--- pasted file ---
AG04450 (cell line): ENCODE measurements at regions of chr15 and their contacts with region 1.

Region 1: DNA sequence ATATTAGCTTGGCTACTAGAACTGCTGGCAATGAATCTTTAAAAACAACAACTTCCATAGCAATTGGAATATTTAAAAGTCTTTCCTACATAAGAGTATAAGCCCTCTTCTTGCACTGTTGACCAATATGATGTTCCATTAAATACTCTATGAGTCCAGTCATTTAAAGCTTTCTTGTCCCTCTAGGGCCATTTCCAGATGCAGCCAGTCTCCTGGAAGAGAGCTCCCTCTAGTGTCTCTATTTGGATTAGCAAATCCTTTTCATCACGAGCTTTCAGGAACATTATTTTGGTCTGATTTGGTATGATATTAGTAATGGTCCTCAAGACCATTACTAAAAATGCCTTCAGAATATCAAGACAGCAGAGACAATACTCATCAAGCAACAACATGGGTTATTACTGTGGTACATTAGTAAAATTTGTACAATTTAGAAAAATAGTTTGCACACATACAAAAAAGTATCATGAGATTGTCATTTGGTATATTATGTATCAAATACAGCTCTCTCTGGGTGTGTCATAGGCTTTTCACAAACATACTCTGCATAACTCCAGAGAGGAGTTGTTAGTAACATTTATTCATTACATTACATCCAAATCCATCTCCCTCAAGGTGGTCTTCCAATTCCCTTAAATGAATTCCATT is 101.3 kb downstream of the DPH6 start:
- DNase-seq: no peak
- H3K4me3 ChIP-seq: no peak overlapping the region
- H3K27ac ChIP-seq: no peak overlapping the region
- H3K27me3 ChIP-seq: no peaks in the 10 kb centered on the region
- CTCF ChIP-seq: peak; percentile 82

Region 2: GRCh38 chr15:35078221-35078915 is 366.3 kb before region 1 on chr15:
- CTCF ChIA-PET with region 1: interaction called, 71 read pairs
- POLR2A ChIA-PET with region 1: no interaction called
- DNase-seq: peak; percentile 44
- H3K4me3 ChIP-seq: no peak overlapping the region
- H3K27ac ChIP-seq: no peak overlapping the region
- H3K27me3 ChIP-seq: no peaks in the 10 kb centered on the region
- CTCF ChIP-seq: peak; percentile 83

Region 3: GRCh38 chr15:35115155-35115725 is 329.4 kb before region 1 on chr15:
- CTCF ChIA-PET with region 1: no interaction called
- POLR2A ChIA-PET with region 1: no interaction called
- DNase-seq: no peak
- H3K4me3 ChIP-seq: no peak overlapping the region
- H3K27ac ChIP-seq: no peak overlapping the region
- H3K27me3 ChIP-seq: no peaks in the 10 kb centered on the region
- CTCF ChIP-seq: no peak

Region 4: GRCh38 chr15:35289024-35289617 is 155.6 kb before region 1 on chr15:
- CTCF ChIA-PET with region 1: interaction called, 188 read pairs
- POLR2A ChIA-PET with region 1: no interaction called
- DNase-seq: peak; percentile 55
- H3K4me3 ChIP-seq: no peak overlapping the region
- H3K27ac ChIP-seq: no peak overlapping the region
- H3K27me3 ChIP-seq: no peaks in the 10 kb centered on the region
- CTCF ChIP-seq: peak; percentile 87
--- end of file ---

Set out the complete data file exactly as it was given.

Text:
AG04450 (cell line): ENCODE measurements at regions of chr15 and their contacts with region 1.

Region 1: DNA sequence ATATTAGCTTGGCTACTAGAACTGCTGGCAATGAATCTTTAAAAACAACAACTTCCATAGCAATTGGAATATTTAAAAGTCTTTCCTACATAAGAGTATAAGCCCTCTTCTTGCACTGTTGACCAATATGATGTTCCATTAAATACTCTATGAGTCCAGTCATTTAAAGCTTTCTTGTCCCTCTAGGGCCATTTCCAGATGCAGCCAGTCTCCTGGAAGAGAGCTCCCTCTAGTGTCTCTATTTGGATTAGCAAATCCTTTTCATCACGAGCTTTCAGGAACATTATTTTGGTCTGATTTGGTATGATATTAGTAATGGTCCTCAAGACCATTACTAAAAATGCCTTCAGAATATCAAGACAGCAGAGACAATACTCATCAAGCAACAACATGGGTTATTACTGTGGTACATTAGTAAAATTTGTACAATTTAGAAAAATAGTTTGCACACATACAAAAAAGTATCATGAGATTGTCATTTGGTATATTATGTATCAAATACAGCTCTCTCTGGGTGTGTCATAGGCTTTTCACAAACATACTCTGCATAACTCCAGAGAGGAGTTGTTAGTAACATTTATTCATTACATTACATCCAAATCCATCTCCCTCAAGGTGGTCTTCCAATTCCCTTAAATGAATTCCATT is 101.3 kb downstream of the DPH6 start:
- DNase-seq: no peak
- H3K4me3 ChIP-seq: no peak overlapping the region
- H3K27ac ChIP-seq: no peak overlapping the region
- H3K27me3 ChIP-seq: no peaks in the 10 kb centered on the region
- CTCF ChIP-seq: peak; percentile 82

Region 2: GRCh38 chr15:35078221-35078915 is 366.3 kb before region 1 on chr15:
- CTCF ChIA-PET with region 1: interaction called, 71 read pairs
- POLR2A ChIA-PET with region 1: no interaction called
- DNase-seq: peak; percentile 44
- H3K4me3 ChIP-seq: no peak overlapping the region
- H3K27ac ChIP-seq: no peak overlapping the region
- H3K27me3 ChIP-seq: no peaks in the 10 kb centered on the region
- CTCF ChIP-seq: peak; percentile 83

Region 3: GRCh38 chr15:35115155-35115725 is 329.4 kb before region 1 on chr15:
- CTCF ChIA-PET with region 1: no interaction called
- POLR2A ChIA-PET with region 1: no interaction called
- DNase-seq: no peak
- H3K4me3 ChIP-seq: no peak overlapping the region
- H3K27ac ChIP-seq: no peak overlapping the region
- H3K27me3 ChIP-seq: no peaks in the 10 kb centered on the region
- CTCF ChIP-seq: no peak

Region 4: GRCh38 chr15:35289024-35289617 is 155.6 kb before region 1 on chr15:
- CTCF ChIA-PET with region 1: interaction called, 188 read pairs
- POLR2A ChIA-PET with region 1: no interaction called
- DNase-seq: peak; percentile 55
- H3K4me3 ChIP-seq: no peak overlapping the region
- H3K27ac ChIP-seq: no peak overlapping the region
- H3K27me3 ChIP-seq: no peaks in the 10 kb centered on the region
- CTCF ChIP-seq: peak; percentile 87